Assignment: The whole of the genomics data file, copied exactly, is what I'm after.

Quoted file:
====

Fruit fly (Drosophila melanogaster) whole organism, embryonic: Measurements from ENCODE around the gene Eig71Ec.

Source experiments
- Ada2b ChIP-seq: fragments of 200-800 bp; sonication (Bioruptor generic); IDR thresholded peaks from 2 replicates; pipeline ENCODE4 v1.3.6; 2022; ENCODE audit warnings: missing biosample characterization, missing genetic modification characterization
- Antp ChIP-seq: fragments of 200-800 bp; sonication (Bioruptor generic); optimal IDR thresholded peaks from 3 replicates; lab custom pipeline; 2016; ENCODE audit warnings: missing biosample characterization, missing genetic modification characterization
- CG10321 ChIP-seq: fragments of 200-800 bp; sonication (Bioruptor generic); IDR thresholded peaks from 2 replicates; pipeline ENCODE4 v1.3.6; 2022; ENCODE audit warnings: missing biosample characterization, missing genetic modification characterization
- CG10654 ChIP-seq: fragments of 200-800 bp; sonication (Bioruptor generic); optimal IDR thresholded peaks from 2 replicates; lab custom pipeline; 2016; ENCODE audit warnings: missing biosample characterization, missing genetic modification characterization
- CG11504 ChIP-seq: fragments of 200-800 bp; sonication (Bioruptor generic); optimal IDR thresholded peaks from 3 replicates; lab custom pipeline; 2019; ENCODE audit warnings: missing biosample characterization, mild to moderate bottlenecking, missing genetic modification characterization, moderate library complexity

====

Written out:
Fruit fly (Drosophila melanogaster) whole organism, embryonic: Measurements from ENCODE around the gene Eig71Ec.

Source experiments
- Ada2b ChIP-seq: fragments of 200-800 bp; sonication (Bioruptor generic); IDR thresholded peaks from 2 replicates; pipeline ENCODE4 v1.3.6; 2022; ENCODE audit warnings: missing biosample characterization, missing genetic modification characterization
- Antp ChIP-seq: fragments of 200-800 bp; sonication (Bioruptor generic); optimal IDR thresholded peaks from 3 replicates; lab custom pipeline; 2016; ENCODE audit warnings: missing biosample characterization, missing genetic modification characterization
- CG10321 ChIP-seq: fragments of 200-800 bp; sonication (Bioruptor generic); IDR thresholded peaks from 2 replicates; pipeline ENCODE4 v1.3.6; 2022; ENCODE audit warnings: missing biosample characterization, missing genetic modification characterization
- CG10654 ChIP-seq: fragments of 200-800 bp; sonication (Bioruptor generic); optimal IDR thresholded peaks from 2 replicates; lab custom pipeline; 2016; ENCODE audit warnings: missing biosample characterization, missing genetic modification characterization
- CG11504 ChIP-seq: fragments of 200-800 bp; sonication (Bioruptor generic); optimal IDR thresholded peaks from 3 replicates; lab custom pipeline; 2019; ENCODE audit warnings: missing biosample characterization, mild to moderate bottlenecking, missing genetic modification characterization, moderate library complexity